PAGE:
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Is quinoa low-carb?

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Quinoa is a seed that’s packed with protein, fiber, and nutrients. But it’s not a low-carb food. A cup of cooked quinoa has more than 39 grams of carbohydrates. That’s 50% more than in the same amount of brown rice and almost as many carbs as in white rice.

If you have type 2 diabetes or other conditions, you may be watching how many carbs you eat. But not all carbs are equal. Quinoa is considered a whole grain, which is better for you than refined grains like white flour.

Quinoa has a glycemic index of 53, which is a measure of how quickly it will raise your blood sugar levels. That score puts quinoa in the middle range of “good” vs. “bad” carbs.

Quinoa is relatively high in protein -- much more so than whole-grain peers like barley or buckwheat.

Protein keeps you full for longer, so you eat less. Keeping a healthy weight is a key part of controlling type 2 diabetes.

SOURCES:

Harvard T.H. Chan School of Public Health: “Quinoa,” “Dr. David Ludwig clears up carbohydrate confusion.”

Journal of Medicinal Food: “Evaluation of indigenous grains from the Peruvian Andean region for antidiabetes and antihypertension potential using in vitro methods.”

U.S. Department of Agriculture: “Quinoa, uncooked.”

Defeat Diabetes Foundation: “Quinoa.”

Harvard Health Publishing: “Glycemic index for 60+ foods,” “A good guide to good carbs: The glycemic index.”

Celiac Disease Foundation: “Gluten Alternatives: Effects of Eating Quinoa in Celiac Patients.”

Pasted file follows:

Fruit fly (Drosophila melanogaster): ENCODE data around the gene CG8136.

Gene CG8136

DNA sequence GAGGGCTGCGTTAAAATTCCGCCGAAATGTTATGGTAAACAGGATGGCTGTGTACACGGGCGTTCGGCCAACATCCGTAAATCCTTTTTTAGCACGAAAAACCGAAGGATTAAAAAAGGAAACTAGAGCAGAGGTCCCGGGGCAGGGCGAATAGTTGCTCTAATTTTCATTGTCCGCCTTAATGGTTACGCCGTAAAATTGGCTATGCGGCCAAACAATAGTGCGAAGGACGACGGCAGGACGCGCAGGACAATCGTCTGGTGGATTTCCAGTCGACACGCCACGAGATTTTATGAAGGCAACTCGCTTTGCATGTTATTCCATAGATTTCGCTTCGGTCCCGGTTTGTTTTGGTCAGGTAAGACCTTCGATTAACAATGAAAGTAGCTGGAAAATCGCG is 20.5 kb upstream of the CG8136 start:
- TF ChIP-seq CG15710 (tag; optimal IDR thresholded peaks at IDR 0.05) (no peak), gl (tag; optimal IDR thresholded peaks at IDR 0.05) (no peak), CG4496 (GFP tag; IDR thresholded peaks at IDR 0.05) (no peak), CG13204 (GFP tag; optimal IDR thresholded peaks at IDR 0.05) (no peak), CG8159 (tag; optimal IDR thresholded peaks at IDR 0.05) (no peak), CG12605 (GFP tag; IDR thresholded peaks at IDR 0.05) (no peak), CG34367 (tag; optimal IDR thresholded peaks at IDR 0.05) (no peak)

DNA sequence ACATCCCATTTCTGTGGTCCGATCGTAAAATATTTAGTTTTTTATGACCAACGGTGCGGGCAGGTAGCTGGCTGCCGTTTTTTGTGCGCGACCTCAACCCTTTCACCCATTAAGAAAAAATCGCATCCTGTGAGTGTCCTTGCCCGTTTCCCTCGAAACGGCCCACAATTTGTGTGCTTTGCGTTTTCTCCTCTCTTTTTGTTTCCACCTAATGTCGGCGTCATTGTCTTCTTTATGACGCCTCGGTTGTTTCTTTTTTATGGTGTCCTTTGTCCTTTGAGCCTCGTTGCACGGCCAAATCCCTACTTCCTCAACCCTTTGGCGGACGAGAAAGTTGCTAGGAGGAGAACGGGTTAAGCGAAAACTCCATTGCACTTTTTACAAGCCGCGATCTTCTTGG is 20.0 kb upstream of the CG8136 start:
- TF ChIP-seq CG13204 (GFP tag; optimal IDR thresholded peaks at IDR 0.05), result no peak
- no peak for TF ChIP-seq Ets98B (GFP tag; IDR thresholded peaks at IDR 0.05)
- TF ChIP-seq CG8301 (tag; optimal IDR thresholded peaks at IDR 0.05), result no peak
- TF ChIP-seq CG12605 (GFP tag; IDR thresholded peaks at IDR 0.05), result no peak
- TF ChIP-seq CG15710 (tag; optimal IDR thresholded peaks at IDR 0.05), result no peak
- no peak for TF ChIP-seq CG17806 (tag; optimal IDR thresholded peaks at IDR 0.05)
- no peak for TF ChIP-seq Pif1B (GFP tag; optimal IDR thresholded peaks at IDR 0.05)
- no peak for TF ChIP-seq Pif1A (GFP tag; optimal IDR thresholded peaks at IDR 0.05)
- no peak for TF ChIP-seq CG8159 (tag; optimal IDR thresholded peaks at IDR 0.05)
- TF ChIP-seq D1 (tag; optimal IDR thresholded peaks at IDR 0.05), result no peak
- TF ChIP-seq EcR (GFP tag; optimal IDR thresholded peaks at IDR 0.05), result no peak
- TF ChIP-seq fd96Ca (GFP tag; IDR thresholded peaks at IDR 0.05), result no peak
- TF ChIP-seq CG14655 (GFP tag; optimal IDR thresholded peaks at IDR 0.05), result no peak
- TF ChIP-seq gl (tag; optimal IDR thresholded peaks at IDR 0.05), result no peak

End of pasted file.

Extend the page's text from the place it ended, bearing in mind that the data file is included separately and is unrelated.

The American Journal of Clinical Nutrition: “Variable activation of immune response by quinoa (Chenopodium quinoa Willd.) prolamins in celiac disease.”

The American Journal of Gastroenterology: “Gastrointestinal effects of eating quinoa (Chenopodium quinoa Willd.) in celiac patients.”

Scientific Reports: “Quinoa whole grain diet compromises the changes of gut microbiota and colonic colitis induced by dextran Sulfate sodium in C57BL/6 mice.”

Mayo Clinic: “Inflammatory bowel disease,” “If it’s not celiac disease, what is it?”

Piedmont Healthcare: “What is a complete protein?”

Alternative Field Crops Manual: “Quinoa.”

The University of Sydney: “Glycemic Index.”

Encyclopaedia Britannica: “Quinoa.”

National Institutes of Health: “Celiac disease.”

Reviewed by Michael Dansinger on April 29, 2020

SOURCES:

Harvard T.H. Chan School of Public Health: “Quinoa,” “Dr. David Ludwig clears up carbohydrate confusion.”

Journal of Medicinal Food: “Evaluation of indigenous grains from the Peruvian Andean region for antidiabetes and antihypertension potential using in vitro methods.”

U.S. Department of Agriculture: “Quinoa, uncooked.”

Defeat Diabetes Foundation: “Quinoa.”

Harvard Health Publishing: “Glycemic index for 60+ foods,” “A good guide to good carbs: The glycemic index.”

Celiac Disease Foundation: “Gluten Alternatives: Effects of Eating Quinoa in Celiac Patients.”

The American Journal of Clinical Nutrition: “Variable activation of immune response by quinoa (Chenopodium quinoa Willd.) prolamins in celiac disease.”

The American Journal of Gastroenterology: “Gastrointestinal effects of eating quinoa (Chenopodium quinoa Willd.) in celiac patients.”

Scientific Reports: “Quinoa whole grain diet compromises the changes of gut microbiota and colonic colitis induced by dextran Sulfate sodium in C57BL/6 mice.”

Mayo Clinic: “Inflammatory bowel disease,” “If it’s not celiac disease, what is it?”

Piedmont Healthcare: “What is a complete protein?”

Alternative Field Crops Manual: “Quinoa.”

The University of Sydney: “Glycemic Index.”

Encyclopaedia Britannica: “Quinoa.”

National Institutes of Health: “Celiac disease.”

Reviewed by Michael Dansinger on April 29, 2020

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Is quinoa a low-glycemic index food?

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